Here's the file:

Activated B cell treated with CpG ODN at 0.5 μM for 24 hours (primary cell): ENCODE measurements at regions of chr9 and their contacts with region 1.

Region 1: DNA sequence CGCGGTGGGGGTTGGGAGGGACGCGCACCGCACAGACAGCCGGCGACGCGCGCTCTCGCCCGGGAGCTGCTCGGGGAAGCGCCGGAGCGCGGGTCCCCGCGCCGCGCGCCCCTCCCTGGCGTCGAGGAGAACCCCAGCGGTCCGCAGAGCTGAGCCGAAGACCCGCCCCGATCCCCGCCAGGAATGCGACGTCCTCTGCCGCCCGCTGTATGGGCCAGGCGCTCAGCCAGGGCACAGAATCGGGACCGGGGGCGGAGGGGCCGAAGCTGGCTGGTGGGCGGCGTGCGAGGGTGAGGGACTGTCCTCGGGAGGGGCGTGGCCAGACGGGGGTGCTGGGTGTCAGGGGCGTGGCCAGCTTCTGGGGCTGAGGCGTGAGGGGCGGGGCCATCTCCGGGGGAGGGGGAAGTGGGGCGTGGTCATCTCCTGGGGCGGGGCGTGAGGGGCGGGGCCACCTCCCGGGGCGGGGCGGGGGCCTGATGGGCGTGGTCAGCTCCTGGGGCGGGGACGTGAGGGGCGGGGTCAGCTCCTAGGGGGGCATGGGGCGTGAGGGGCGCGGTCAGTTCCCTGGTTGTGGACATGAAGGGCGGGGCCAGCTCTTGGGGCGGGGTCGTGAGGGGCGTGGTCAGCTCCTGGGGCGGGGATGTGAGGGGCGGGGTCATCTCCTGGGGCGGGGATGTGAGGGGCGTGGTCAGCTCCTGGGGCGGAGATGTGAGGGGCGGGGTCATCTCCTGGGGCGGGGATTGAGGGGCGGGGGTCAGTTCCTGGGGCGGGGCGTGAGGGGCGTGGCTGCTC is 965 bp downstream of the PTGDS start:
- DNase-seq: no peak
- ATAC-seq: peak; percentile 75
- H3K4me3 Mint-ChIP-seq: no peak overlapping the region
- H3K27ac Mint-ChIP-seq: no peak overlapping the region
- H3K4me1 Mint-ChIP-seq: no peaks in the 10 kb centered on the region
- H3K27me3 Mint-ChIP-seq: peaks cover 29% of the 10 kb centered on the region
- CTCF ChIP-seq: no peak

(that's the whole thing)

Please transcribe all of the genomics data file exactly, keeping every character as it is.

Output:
Activated B cell treated with CpG ODN at 0.5 μM for 24 hours (primary cell): ENCODE measurements at regions of chr9 and their contacts with region 1.

Region 1: DNA sequence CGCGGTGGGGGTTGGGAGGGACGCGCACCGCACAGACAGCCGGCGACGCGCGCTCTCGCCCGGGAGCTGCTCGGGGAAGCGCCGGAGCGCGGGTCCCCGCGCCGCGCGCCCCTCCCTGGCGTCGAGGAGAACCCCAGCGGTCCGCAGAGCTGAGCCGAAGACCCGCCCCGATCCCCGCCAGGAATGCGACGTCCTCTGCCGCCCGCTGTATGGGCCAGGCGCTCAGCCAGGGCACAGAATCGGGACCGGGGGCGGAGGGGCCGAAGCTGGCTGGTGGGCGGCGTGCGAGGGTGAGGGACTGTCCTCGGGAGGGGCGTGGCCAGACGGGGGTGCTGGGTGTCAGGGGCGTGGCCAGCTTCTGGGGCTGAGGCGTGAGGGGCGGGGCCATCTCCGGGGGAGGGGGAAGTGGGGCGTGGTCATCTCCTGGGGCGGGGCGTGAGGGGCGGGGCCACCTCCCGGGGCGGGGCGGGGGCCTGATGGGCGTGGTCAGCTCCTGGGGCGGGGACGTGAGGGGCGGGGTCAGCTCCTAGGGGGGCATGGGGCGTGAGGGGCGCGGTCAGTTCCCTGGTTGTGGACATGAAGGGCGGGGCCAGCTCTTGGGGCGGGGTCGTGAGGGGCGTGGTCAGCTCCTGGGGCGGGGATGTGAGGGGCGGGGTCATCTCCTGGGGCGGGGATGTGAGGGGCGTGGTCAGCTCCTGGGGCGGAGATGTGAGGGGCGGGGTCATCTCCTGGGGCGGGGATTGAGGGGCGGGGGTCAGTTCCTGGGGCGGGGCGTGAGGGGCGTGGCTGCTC is 965 bp downstream of the PTGDS start:
- DNase-seq: no peak
- ATAC-seq: peak; percentile 75
- H3K4me3 Mint-ChIP-seq: no peak overlapping the region
- H3K27ac Mint-ChIP-seq: no peak overlapping the region
- H3K4me1 Mint-ChIP-seq: no peaks in the 10 kb centered on the region
- H3K27me3 Mint-ChIP-seq: peaks cover 29% of the 10 kb centered on the region
- CTCF ChIP-seq: no peak